Coppola's sequel to The Godfather is just as atmospheric and spectacularly directed (especially in some set pieces). It is also better acted, and benefits from the absence of the mannered Marlon Brando. But there's a hopelessly disorganized plot, with narrative leaps and loose ends galore.
Morally, it seems even more questionable than its predecessor: ever anxious to gather sympathy for the Mob, it suggests that they are just pursuing the American Dream by somewhat unconventional means. Symptomatic of the film's contempt for reality is the fact that the ship on which young Vito Corleone is supposed to be arriving in New York from Sicily sails south past the Statue of Liberty, and is therefore quite clearly leaving.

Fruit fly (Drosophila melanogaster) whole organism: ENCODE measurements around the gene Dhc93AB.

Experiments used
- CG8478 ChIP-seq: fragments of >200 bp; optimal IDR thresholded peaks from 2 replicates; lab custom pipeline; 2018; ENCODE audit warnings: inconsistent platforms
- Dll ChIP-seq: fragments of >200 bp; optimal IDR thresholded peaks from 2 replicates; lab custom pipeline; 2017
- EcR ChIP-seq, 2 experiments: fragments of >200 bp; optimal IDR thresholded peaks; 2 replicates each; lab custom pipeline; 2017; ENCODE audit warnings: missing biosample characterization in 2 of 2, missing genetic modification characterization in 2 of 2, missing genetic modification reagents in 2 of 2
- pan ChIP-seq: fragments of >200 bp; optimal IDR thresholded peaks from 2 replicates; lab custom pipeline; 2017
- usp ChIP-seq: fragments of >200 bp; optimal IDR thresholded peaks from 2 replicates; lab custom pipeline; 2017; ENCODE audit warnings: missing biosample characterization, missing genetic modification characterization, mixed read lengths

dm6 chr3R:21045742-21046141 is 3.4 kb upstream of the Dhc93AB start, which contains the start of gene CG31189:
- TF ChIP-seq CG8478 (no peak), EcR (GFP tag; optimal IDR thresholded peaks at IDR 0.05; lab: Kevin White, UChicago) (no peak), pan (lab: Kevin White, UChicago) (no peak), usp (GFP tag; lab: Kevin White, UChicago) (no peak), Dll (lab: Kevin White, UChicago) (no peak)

Critics generally adored the film. It was the first ever sequel to win the Oscar for Best Picture. The score, by Nino Rota and Carmine Coppola (Francis's father), also won an Oscar.